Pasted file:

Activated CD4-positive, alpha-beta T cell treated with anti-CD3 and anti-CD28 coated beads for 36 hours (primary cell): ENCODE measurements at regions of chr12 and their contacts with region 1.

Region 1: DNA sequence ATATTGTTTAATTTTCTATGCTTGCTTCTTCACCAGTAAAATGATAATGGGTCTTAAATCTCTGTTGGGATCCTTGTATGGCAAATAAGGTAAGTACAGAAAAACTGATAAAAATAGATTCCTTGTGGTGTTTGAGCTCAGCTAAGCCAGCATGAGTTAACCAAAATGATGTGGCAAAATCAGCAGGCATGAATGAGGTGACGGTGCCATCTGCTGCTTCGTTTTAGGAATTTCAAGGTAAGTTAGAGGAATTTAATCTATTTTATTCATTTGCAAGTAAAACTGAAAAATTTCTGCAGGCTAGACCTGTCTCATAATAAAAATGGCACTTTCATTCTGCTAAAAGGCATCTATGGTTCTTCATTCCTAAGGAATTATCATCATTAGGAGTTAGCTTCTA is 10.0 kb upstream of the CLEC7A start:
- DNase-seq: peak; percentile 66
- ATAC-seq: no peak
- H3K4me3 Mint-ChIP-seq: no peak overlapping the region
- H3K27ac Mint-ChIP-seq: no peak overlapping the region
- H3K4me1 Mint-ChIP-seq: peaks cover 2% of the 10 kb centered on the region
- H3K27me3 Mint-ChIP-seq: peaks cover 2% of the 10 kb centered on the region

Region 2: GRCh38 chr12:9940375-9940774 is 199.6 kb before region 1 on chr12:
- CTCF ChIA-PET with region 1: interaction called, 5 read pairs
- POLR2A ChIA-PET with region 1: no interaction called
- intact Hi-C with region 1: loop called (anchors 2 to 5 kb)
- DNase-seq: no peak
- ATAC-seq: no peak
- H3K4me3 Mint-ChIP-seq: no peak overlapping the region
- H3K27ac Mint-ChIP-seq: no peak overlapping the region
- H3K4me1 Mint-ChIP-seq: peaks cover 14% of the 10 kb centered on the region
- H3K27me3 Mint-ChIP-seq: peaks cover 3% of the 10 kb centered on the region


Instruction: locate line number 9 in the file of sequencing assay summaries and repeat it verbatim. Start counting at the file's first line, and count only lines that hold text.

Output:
Region 2: GRCh38 chr12:9940375-9940774 is 199.6 kb before region 1 on chr12: